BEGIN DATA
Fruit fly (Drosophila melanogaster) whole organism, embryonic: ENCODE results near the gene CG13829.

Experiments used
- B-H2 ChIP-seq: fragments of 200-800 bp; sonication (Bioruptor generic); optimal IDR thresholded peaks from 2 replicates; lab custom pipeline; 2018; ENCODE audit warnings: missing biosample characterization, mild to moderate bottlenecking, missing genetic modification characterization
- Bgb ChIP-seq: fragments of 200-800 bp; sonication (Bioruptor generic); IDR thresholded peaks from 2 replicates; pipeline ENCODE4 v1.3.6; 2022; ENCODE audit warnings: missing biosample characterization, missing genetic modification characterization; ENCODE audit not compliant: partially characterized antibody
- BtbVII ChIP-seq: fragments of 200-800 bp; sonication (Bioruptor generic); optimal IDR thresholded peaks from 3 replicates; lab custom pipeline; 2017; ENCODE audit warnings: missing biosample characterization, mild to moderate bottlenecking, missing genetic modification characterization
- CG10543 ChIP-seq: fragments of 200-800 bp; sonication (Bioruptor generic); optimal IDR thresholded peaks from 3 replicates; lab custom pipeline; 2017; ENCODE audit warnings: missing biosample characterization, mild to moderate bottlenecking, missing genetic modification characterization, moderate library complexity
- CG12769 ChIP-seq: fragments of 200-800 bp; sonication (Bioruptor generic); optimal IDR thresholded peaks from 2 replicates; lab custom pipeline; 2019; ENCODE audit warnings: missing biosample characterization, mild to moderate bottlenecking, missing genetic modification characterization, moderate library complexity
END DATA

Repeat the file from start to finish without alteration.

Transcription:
Fruit fly (Drosophila melanogaster) whole organism, embryonic: ENCODE results near the gene CG13829.

Experiments used
- B-H2 ChIP-seq: fragments of 200-800 bp; sonication (Bioruptor generic); optimal IDR thresholded peaks from 2 replicates; lab custom pipeline; 2018; ENCODE audit warnings: missing biosample characterization, mild to moderate bottlenecking, missing genetic modification characterization
- Bgb ChIP-seq: fragments of 200-800 bp; sonication (Bioruptor generic); IDR thresholded peaks from 2 replicates; pipeline ENCODE4 v1.3.6; 2022; ENCODE audit warnings: missing biosample characterization, missing genetic modification characterization; ENCODE audit not compliant: partially characterized antibody
- BtbVII ChIP-seq: fragments of 200-800 bp; sonication (Bioruptor generic); optimal IDR thresholded peaks from 3 replicates; lab custom pipeline; 2017; ENCODE audit warnings: missing biosample characterization, mild to moderate bottlenecking, missing genetic modification characterization
- CG10543 ChIP-seq: fragments of 200-800 bp; sonication (Bioruptor generic); optimal IDR thresholded peaks from 3 replicates; lab custom pipeline; 2017; ENCODE audit warnings: missing biosample characterization, mild to moderate bottlenecking, missing genetic modification characterization, moderate library complexity
- CG12769 ChIP-seq: fragments of 200-800 bp; sonication (Bioruptor generic); optimal IDR thresholded peaks from 2 replicates; lab custom pipeline; 2019; ENCODE audit warnings: missing biosample characterization, mild to moderate bottlenecking, missing genetic modification characterization, moderate library complexity